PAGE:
Black Museums in the United States
Alabama, Alaska, Arizona, Arkansas, California, Colorado, Connecticut, Delaware, Florida, Georgia, Hawaii, Idaho, Illinois, Indiana, Iowa, Kansas, Kentucky, Louisiana, Maine, Maryland, Massachusetts, Michigan, Minnesota, Mississippi, Missouri, Montana, Nebraska, Nevada, New Hampshire, New Jersey, New Mexico, New York, North Carolina, North Dakota, Ohio, Oklahoma, Oregon, Pennsylvania, Rhode Island, South Carolina, South Dakota, Tennessee, Texas, Utah, Vermont, Virginia, Washington, West Virginia, Wisconsin and Wyoming.
Our mission is to be a Museum and Institute that chronicles and preserves the historic journey for the right to vote that began when the “Founding Fathers” first planted the seeds of democracy in 1776.
The Negro Southern League was created in 1920 by a group of African-American businessmen and baseball enthusiasts. From 1920 until its demise in 1951, the Negro Southern League served as a feeder route for many great black baseball players to go on to the Negro American League and Negro National League.
The G.W. Carver Interpretive Museum is a community museum focused on educating individuals of all ages, races and creeds on the rich historical contributions of African-Americans. We aim to provide a welcoming environment that allows you, our guest, to be inquisitive and enlightened. Our friendly and knowledgeable staff is committed to providing you with an uncommon (and unforgettable) experience that will compel you to return time and time again!
Located in The Murphy-Collins House-Home of Tuscaloosa’s first licensed black mortician, features the lifestyle of affluent blacks during the early 1900s, built in 1923. National Register of Historic Places - Tuscaloosa County, Alabama
The Dexter Parsonage Museum, historic home to twelve pastors of the Dexter Avenue King Memorial Baptist Church from 1920-1992, was placed on the National Register of Historic Places in 1982. It was restored in 2003 by the Dexter Avenue King Memorial Foundation, Inc., under the direction of church members, acting as an Authentication Committee.
Jesse Owens Museum digital collection includes the complete archives related to the inspiration, development and operation of the Jesse Owens Park and Museum. The collection includes documents, photos, correspondence, board minutes and news articles from 1983 to the present.
The National African American Archives and Museum, formerly known as the Davis Avenue Branch of Mobile Public Library, is an archive and history museum located in Mobile, Alabama. It serves as a repository for documents, records, photographs, books, African carvings, furniture, and special collections that relate to the African-American experience in the United States.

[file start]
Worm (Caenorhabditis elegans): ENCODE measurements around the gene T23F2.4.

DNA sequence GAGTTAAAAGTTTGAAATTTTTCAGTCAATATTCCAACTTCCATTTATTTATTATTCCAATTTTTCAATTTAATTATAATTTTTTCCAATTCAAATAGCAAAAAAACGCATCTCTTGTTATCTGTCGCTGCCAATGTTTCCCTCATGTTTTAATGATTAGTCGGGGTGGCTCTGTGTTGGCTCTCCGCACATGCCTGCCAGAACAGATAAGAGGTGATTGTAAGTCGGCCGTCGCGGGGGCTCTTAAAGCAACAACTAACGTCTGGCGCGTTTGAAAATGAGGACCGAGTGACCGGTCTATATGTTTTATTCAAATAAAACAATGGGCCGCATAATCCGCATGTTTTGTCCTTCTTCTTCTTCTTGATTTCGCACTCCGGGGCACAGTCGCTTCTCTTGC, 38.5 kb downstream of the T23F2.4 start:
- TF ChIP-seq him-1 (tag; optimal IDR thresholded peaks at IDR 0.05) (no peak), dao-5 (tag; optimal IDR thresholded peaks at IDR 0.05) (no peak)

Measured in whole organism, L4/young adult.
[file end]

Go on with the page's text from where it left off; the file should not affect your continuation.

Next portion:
Troy University’s Rosa Parks Museum is an active memorial to the life of civil rights icon Rosa Parks and the lessons of the Montgomery Bus Boycott that brought racial integration to transportation and international attention to civil rights. Located in downtown Montgomery, Alabama at the site where Mrs. Parks was arrested, it is the nation’s only museum dedicated to Rosa Parks.
No Black museums
The George Washington Carver Museum and Cultural Center is a historical preservation site that is dedicated to the Collection, Documentation, Preservation, Study, and Dissemination of the History and Culture of Africans and Americans of African Descent in Arizona.
The Mission of the Eddie Mae Herron Center is to help individuals, communities, and organizations to identify, protect, and preserve the history and to foster widespread appreciation of and respect for the African American culture.
By appointment only, February through September. Ernie's Museum of Black Arkansans and Performing Arts, founded in 1993, is a privately funded non-profit institution. It is the state's first black history museum dedicated to preserving the culture and heritage of African-Americans in Arkansas.
The Mosaic Templars Cultural Center is a Department of Arkansas Heritage museum in Little Rock, Arkansas, United States. Its mission is to collect, preserve, interpret and celebrate African American history, culture and community in Arkansas from 1870 to the present, and informs and educates the public about black achievements, especially in business, politics and the arts.
The California African American Museum is a museum located in Exposition Park, Los Angeles, California, United States. The Museum focuses on enrichment and education on the cultural heritage and history of African Americans with a focus on California and western United States. Admission is free to all visitors.
Oran Z’s massive collection of African-American artifacts, including everything from slave shackles to once-popular "Mamie" cookie jars to a flag signed by Barack Obama.
The African Museum showcases extensive educational information in charts, timelines and graphics that bring you a better understanding of African cultural history and its impact throughout the world. There is also a collection of culturally relevant items, including carvings, weavings and other artifacts from over 10 different African countries.
The African American Museum and Library at Oakland is dedicated to the discovery, preservation, interpretation and sharing of historical and cultural experiences of African Americans in California and the West for present and future generations.
A museum that explores the history of black cowboys, wranglers and ranchers in the American West.
This museum is the only one of its kind in the U.S. The museum was created not to glorify war but to document it -- In particular to honor the long-ignored role of African-Americans in the largest worldwide conflict of human history.
The cultural center was named after Hartford resident John Rogers, the first African American superintendent of a post office in Connecticut. Rogers became regarded as a consultant in black history to the University of Hartford and Greater Hartford Community College.